Dopamine is a key brain neurotransmitter that plays a role in motivation, productivity and concentration. Dopamine helps us plan better and resist impulses that could hamper our ability to reach our goals. A low dopamine level can lead to a lack of motivation, fatigue, addictive behaviour (drugs, alcohol, tobacco), mood swings and memory loss.
Eating tyrosine-rich foods increases dopamine
Here is a list of tyrosine-rich foods that may have a direct impact on dopamine levels: almonds, avocados, bananas, beets, cabbage, green tea, lima beans, oregano, peanuts, rosemary, sesame seeds, pumpkin seeds, turmeric and watermelon.
To be avoided at all costs: saturated fats and sugars (including artificial sweeteners).
Exercising is one of the best things we can do for our brain. It increases neuron production and slows down their aging process; it acts on serotonin and norepinephrine levels and helps us manage stressful situations.
You can reap these benefits without engaging in intense physical activity. Taking walks or doing low-impact exercises such as yoga and tai chi are great for both mind and body.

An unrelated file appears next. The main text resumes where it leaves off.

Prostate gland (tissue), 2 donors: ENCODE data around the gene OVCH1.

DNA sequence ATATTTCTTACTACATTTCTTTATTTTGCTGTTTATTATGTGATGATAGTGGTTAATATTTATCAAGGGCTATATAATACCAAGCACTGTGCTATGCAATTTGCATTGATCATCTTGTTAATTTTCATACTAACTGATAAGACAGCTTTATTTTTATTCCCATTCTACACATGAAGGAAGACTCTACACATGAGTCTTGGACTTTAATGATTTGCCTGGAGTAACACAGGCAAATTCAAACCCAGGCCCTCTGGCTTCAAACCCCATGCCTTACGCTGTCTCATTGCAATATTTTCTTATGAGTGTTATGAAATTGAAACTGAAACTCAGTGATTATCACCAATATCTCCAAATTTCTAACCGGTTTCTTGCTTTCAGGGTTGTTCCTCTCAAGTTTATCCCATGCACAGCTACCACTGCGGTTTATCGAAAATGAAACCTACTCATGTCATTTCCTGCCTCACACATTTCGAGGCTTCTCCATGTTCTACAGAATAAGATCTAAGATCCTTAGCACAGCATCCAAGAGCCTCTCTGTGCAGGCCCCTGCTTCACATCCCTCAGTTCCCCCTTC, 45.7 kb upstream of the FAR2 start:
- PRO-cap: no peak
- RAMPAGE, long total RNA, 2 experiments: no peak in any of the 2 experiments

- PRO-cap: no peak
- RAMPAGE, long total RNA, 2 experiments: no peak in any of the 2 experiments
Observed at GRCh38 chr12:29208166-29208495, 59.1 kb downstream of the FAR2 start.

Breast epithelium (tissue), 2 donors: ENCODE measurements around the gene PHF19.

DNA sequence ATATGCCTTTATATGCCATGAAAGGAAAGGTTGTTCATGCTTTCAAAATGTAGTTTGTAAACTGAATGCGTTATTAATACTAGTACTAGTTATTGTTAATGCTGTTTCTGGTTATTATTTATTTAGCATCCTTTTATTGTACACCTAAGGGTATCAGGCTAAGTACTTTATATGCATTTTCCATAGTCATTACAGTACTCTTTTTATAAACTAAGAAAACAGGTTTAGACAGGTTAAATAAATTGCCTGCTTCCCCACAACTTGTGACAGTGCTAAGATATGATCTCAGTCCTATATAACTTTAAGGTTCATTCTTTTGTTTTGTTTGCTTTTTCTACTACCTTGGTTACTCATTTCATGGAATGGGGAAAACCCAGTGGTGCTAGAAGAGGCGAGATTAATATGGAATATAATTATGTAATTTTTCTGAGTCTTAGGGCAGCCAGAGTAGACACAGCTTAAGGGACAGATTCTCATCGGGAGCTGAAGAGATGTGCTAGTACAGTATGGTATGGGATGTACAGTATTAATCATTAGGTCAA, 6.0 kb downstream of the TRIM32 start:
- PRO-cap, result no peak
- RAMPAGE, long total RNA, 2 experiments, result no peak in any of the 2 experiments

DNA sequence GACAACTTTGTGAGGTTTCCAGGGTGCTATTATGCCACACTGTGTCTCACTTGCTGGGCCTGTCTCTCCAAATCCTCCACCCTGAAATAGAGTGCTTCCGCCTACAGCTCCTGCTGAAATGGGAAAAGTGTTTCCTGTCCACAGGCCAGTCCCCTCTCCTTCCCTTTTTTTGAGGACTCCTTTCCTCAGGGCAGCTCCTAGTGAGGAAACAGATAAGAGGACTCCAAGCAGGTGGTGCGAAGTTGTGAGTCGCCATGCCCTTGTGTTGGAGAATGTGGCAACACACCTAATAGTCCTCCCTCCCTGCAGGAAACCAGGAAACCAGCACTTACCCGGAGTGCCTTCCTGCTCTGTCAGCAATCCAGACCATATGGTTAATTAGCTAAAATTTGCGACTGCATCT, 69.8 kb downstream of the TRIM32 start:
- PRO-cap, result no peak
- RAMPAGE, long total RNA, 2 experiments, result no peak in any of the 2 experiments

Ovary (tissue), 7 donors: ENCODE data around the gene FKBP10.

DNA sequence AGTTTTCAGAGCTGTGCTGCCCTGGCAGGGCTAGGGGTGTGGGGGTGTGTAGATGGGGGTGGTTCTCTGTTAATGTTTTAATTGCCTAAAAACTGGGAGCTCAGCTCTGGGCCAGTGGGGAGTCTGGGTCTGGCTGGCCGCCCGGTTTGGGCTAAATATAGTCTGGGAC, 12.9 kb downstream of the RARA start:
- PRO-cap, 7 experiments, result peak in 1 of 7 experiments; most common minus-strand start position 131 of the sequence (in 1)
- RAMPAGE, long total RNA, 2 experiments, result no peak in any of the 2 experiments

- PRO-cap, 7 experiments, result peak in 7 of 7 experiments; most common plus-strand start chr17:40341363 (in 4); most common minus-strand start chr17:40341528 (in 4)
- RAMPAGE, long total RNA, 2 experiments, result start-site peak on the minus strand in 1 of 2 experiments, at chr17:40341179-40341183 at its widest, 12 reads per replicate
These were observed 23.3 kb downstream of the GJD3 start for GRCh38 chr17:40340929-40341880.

Spending more time outdoors
The sun’s rays help increase the number of dopamine receptors and produce vitamin D, which activates the genes that release dopamine.
More than one thousand studies have provided evidence on the benefits of meditation. People who meditate on a regular basis enjoy increased learning ability, greater creativity and deeper relaxation.
If meditation isn’t your thing, you can still achieve a meditative state by engaging in creative activities such as photography, drawing and knitting, to name just a few.
Listening to music
Listening to music can help release dopamine. X-rays show that the brain’s pleasure centers light up when music is played; this also occurs when engaging in other pleasurable activities such as eating, making love, etc.
Therapeutic massage increases dopamine and serotonin levels and helps reduce the stress hormone, cortisol.
Petting an animal
Petting an animal helps increase dopamine levels in the person doing the petting and the pet.
Research suggests that a lack of sleep can affect dopamine receptors and reduce their numbers.
Taking a cold shower
Taking a cold shower (14 degrees Celsius) can lead to a substantial increase in dopamine levels: as much as 250%!
Training your brain to naturally boost its dopamine levels is also a way of training your brain to resist substances that artificially increase dopamine (sugar, alcohol, drugs, tobacco, etc.).
***This article includes information for educational and should not be interpreted as a recommendation for a particular treatment, product or plan of action. The use of this information should not replace a consultation with or the advice of a qualified professional.